CSS nth-child() Selector Example

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There’s something very interesting about CSS :nth-child() Selector, which I thought, is worth sharing here. This pseudo-selector, nth-child(), was introduced in CSS3. It helps find an element (or elements) from a list of elements that are the nth child of its parent.

CSS :nth-child() Selector Syntax

:nth-child(n) { }

This pseudo-selector takes a parameter, which can be a number, keyword (like odd or even) and an expression or formula. For example,

<!DOCTYPE html>
<html>
<head>
    <title>CSS :nth-child Selector Example</title>
    <style>
        div p:nth-child(even) 
        {  
            color: #ff0000;
            font: 14px Calibri;
        }
        
        div p:nth-child(odd) 
        {  
            font: 17px Calibri;
        }
    </style>
</head>
<body>
    <div>
        <p>Para 1</p>
        <p>Para 2</p>
        <p>Para 3</p>
        <p>Para 4</p>
        <p>Para 5</p>
    </div>
</body>
</html>
Try it

I have defined the nth-child() selector twice inside the <style> tag in the above markup. The first selector takes the keyword even as parameter and second takes the keyword odd. It will find elements matching each element’s index and accordingly change the colour and font. The even number elements will show in colour red and odd number elements will have a default colour (say black).

See Browser Compatibility

You can also use a number (any number) as parameter with the nth-child() selector like this.

div p:nth-child(2)
{  
    color: #ff0000;
    font: 14px Calibri;
}
Try it

It would now change the colour of the second <p> element inside its parent element.

Using Expressions with nth-child

You can use an expression or a formula, as a parameter, inside the :nth-child() selector. For example,

div p:nth-child(2n+1)
{  
    color: #ff0000;
    font: 14px Calibri;
}
Try it

How does this work? The formula 2n+1 can be derived as,

(2xn) + 1 (its BODMAS in Math)

That is 2 multiplied by n and here n is a counter that starts with 0, plus 1.

(2 x 0) + 1
(2 x 1) + 1
(2 x 2) + 1

and so on.

You can do whatever you want using nth-child(), like change the padding or add borders of selective elements, change alignments or colours etc.

Using Multiple :nth-child() Selectors

This is interesting. You can use multiple nth-child selectors as a range to find and assign styles to child elements. For example, I have a list of <p> elements and I want to assign different styles to a range of elements, lets say between 2nd and 5th elements.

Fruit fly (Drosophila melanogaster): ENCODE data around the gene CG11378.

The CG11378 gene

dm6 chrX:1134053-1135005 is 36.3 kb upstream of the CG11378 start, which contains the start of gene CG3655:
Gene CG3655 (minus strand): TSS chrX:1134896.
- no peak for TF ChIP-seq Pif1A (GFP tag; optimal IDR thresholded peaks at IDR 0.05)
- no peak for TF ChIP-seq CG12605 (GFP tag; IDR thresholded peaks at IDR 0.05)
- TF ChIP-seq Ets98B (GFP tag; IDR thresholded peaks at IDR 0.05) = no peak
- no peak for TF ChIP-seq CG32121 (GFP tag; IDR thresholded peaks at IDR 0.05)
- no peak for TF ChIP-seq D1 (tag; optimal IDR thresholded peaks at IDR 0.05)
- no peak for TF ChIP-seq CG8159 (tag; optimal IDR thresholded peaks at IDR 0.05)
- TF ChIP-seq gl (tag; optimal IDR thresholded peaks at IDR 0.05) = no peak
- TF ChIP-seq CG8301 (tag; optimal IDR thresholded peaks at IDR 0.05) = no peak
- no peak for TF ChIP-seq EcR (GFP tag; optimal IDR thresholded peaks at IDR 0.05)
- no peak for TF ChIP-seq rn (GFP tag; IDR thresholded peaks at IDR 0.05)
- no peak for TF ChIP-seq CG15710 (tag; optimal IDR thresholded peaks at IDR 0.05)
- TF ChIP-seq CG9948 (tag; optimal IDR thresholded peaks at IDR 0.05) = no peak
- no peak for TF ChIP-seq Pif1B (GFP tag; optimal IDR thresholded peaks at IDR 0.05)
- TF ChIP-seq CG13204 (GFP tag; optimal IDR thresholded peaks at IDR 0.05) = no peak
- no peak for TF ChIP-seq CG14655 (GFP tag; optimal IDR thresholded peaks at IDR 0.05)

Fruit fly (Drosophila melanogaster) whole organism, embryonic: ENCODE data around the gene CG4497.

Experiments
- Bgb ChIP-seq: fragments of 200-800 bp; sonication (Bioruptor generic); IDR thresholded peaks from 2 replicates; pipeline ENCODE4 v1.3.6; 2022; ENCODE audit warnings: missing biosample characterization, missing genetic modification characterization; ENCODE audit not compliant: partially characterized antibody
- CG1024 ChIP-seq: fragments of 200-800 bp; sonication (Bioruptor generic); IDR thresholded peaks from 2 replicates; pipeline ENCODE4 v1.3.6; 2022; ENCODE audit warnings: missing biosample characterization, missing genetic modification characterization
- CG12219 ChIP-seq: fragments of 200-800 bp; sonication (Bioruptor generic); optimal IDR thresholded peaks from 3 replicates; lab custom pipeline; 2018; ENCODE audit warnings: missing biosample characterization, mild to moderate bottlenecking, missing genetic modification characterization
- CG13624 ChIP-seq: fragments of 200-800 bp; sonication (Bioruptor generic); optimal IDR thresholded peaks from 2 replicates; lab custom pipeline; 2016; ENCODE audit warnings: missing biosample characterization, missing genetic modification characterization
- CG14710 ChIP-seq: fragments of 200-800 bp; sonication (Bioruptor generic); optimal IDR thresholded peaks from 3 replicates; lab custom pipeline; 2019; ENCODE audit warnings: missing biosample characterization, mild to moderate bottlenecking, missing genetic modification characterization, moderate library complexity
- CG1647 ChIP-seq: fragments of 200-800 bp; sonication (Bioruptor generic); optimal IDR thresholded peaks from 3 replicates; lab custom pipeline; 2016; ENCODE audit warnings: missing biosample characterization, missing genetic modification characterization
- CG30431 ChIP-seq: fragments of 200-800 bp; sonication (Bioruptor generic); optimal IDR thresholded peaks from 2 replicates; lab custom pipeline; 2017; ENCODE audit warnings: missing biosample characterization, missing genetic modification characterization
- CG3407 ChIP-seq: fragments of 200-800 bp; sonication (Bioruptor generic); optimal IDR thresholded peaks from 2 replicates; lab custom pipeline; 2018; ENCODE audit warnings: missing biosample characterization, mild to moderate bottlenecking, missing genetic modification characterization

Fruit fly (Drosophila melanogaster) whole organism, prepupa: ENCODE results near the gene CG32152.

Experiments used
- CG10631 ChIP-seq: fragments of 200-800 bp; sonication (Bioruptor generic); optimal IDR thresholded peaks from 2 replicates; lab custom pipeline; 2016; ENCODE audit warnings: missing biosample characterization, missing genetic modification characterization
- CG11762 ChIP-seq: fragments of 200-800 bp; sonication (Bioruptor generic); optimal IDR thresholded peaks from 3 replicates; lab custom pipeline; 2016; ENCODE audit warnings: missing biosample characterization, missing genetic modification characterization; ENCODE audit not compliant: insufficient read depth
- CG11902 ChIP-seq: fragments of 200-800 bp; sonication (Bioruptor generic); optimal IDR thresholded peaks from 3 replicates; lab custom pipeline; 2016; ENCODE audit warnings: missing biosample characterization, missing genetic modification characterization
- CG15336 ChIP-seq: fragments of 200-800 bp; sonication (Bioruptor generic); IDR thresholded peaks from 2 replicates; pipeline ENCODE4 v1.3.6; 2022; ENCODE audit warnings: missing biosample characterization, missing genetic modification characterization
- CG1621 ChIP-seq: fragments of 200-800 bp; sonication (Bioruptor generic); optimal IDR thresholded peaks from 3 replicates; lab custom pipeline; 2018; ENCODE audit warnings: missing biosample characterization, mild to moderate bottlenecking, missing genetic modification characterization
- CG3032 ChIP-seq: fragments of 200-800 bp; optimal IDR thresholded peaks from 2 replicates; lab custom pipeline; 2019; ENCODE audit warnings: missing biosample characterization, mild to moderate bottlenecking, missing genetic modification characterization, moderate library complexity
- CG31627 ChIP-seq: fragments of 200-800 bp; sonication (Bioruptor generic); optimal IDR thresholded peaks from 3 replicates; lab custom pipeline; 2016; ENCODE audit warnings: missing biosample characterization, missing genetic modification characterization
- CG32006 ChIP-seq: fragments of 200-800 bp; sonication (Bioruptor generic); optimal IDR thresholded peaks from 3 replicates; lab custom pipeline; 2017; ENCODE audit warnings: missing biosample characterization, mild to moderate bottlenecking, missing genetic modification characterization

div p:nth-child(n+2):nth-child(-n+5)
{  
    color: #ff0000;
    font: 14px Calibri;
}
Try it

Change width of div elements using nth-child

Here’s another :nth-child() selector example, which I myself have used in my blog, to change the width of <div> elements to adjust the look and feel.

<!DOCTYPE html>
<html>
<head>
    <title>CSS :nth-child Selector Example</title>
    <style>
        .container {width:100%; font:16px Calibri;} 
        h3 {border-bottom: solid 1px #eee;}
        
        ul {list-style:none; margin:0; padding:0;}
        ul li {display:list-item; padding:0; margin:0; width:50%; float:left;} 
        
        .container div {width:49%; float:left; margin-right:1%;}

        .container div:nth-child(1) {width:25%;} 
        .container div:nth-child(2) {width:70%; float:right;}
    </style>
</head>
<body>
    <div class="container">
        <div>
            <h3>Header One</h3>
            <ul>
                <li>Content 1</li>
                <li>Content 2</li>
                <li>Content 3</li>
                <li>Content 4</li>
            </ul>
        </div>
        <div>
            <h3>Header Two</h3>
            <ul>
                <li>Eurasian Collared-Dove (Dove)</li>
                <li>Hairy Woodpecker (Woodpecker)</li>
                <li>White-tailed Hawk (Hawk)</li>
                <li>Brewer's Sparrow (Sparrow)</li>
                <li>Lewis's Woodpecker (Woodpecker)</li>
                <li>American Kestrel (Hawk)</li>
            </ul>
        </div>
    </div>
</body>
</html>
Try it

I have two <div> elements inside a container (another <div>). Initially, I have defined the width of both the <div> as 49%.

.container div { width:49%; float:left; margin-right:1%; }

However, when I execute the code, the second <div> (under Header Two) becomes clumsy, since the details (name of the birds) are lengthy. Therefore, I have to adjust it in such a way that every name is in the same row (does not extend to the next row). I have assigned individual width to each element using the :nth-child() selector.

.container div:nth-child(1) {width:25%;}
.container div:nth-child(2) {width:70%; float:right;}

Browser Compatibility

The pseudo-selector :nth-child(), works fine with modern browsers, it unfortunately do not work nicely with some old IE versions (before 9.0).

IE 10 - Yes it worked
Firefox 62+ - Yes it worked
Chrome (any) - Yes it worked
Opera 56+ - Yes it worked

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